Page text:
SuPPoRT: finding the best way to prevent preterm birth in women with short cervixes

Our researchers are comparing 3 different ways of treating a short cervix during pregnancy, to help stop babies being born too early.
  • Author's list

    Professor Andrew Shennan, Professor Rachel Tribe, Dr Natalie Suff, Paul Seed

    Start date: 2015 
    End date: 2021

  • Research centre

  • Research status

    Ongoing projects

Why do we need this research?

The cervix is a small canal that connects the vagina to the womb and plays an important role in stopping a baby being born too early. During pregnancy, the cervix changes shape as the baby grows. If it gets too short before the baby is due, there is a high risk that the baby will be born prematurely. This can lead to health problems for the baby and is a major cause of death shortly after birth

If a woman’s cervix is less than 25mm long when she is under 24 weeks pregnant, it is too short and should be treated. At the moment, there are three treatments that can be used if this happens.

Some women have a small surgical procedure called cervical cerclage. This involves an operation to put a stitch around the cervix to try and help it stay closed, keeping the baby inside the womb. Others are given progesterone, a natural hormone that is usually made in the ovaries during the menstrual cycle. This is given vaginally using a suppository. Finally, some women use a cervical pessary: a silicon device put in by a doctor that sits around the cervix to help it stay closed. Putting a pessary in doesn’t need an operation.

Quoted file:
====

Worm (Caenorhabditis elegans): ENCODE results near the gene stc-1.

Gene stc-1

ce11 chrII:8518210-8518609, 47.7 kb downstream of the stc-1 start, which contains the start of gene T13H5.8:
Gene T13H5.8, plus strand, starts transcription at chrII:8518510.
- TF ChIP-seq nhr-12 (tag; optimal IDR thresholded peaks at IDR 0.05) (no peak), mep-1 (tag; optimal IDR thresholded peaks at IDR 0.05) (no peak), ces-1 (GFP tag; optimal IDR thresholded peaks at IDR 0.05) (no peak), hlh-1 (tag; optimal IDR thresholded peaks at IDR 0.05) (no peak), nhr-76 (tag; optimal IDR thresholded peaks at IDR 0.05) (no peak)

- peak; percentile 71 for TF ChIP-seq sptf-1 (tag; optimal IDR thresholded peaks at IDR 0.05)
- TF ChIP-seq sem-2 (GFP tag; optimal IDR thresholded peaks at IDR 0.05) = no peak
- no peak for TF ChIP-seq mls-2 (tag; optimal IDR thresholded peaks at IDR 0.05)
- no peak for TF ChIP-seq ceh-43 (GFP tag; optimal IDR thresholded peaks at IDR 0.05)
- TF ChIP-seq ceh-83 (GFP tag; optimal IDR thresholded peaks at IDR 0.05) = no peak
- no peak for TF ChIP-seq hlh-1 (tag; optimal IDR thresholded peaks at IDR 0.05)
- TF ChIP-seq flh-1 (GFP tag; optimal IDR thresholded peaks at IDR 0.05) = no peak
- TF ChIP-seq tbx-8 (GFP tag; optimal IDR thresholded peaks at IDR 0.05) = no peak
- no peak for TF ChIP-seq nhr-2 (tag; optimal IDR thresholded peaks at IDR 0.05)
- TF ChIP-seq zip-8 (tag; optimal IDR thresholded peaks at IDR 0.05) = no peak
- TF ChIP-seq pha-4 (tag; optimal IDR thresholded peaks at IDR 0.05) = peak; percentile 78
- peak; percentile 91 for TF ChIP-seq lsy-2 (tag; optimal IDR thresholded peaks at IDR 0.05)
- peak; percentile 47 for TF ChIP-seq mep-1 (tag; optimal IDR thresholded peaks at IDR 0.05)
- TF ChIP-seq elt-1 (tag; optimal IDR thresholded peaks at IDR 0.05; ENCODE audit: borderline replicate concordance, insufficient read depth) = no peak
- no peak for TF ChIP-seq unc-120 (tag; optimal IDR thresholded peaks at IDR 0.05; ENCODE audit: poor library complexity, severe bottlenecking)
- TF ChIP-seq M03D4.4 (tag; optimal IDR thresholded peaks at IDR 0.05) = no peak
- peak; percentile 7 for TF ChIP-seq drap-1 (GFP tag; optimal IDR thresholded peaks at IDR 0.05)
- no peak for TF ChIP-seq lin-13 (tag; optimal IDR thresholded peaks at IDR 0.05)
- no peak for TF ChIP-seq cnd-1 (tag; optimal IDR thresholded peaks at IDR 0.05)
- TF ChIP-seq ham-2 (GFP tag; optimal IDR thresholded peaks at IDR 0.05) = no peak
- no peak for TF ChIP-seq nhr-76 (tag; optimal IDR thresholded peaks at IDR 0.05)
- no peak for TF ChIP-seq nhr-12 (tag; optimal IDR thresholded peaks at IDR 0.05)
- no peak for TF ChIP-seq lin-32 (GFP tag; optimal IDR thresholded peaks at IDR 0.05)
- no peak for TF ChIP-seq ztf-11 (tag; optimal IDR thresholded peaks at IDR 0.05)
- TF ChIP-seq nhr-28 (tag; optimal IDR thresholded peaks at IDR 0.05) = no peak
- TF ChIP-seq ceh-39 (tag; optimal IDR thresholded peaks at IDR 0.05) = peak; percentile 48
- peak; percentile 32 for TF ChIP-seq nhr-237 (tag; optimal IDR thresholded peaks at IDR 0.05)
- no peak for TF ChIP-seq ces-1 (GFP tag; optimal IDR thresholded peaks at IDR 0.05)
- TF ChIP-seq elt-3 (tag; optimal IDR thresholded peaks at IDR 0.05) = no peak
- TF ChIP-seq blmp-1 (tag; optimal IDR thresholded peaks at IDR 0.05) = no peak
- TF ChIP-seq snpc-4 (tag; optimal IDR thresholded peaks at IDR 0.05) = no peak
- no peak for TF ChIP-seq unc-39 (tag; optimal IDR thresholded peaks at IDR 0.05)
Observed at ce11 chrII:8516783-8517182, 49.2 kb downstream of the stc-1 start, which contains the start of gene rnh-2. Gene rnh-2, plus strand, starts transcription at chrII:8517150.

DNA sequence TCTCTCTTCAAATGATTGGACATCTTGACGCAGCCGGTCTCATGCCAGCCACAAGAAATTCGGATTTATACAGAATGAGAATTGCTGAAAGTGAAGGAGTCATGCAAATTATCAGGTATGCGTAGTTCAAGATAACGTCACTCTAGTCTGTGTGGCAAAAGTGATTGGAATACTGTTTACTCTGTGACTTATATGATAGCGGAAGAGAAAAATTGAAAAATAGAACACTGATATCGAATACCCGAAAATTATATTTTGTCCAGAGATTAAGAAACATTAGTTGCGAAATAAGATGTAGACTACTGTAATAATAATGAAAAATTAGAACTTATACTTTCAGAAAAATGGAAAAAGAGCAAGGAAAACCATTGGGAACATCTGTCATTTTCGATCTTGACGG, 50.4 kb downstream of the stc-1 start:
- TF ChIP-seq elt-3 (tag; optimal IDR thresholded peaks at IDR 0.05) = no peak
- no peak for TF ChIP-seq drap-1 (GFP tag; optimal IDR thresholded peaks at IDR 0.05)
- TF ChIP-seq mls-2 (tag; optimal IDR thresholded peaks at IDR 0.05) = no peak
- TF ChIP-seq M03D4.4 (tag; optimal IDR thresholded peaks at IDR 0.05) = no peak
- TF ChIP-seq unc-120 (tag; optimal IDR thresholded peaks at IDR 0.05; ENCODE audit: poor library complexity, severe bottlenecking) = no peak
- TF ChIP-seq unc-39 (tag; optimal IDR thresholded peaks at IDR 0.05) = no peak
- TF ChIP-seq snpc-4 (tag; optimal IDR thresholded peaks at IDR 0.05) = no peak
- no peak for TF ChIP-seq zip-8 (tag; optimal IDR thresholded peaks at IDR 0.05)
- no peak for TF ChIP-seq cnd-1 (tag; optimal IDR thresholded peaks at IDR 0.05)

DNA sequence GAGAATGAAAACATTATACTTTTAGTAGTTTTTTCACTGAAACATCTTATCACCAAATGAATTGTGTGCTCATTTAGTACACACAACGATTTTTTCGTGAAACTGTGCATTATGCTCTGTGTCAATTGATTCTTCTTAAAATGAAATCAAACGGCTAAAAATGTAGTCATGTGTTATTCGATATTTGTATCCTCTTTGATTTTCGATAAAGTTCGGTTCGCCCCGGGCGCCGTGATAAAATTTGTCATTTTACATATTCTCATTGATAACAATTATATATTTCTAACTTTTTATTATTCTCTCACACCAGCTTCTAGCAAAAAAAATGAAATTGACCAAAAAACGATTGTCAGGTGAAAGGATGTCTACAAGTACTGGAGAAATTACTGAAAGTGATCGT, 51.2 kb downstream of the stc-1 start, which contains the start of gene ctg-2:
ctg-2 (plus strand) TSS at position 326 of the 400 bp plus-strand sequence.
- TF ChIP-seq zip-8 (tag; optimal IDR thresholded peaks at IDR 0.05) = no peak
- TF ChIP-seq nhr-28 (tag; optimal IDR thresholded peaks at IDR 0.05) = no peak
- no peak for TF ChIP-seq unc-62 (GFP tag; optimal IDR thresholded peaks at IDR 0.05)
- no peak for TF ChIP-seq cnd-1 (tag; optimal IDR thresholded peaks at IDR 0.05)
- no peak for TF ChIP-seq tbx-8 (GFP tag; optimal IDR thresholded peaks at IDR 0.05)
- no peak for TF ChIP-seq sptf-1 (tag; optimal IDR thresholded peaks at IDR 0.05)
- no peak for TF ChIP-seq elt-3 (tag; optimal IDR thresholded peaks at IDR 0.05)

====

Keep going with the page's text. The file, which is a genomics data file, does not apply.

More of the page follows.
To date, these three ways of stopping premature birth haven’t been compared. 

What’s happening in this project?

SuPPoRT is a randomised controlled trial that aims to find out which of these three methods is best at preventing premature birth, or if they are as effective as each other. This study is being carried out in many hospitals around the country and as of November 2020, nearly 350 women with a short cervix between 14 and 24 weeks of pregnancy have been randomly allocated to one of the three treatments. 

As part of the SuPPoRT trial, samples of vaginal fluid and blood are also being taken before treatment. This will help our researchers to find out more about whether there are any underlying factors that influence how effective the treatments are.

Recruitment for this study is still ongoing. In total, the team hope that 400 women from around the country will take part.

Take part in the SuPPoRT trial

What difference will this project make?

The SuPPoRT trial will find out which of the three methods is best at preventing premature labour in pregnant women with short cervixes. Ultimately, this will help doctors decide on the best treatment to reduce the chances of a woman giving birth too soon, giving them the best chance of having a healthy baby.

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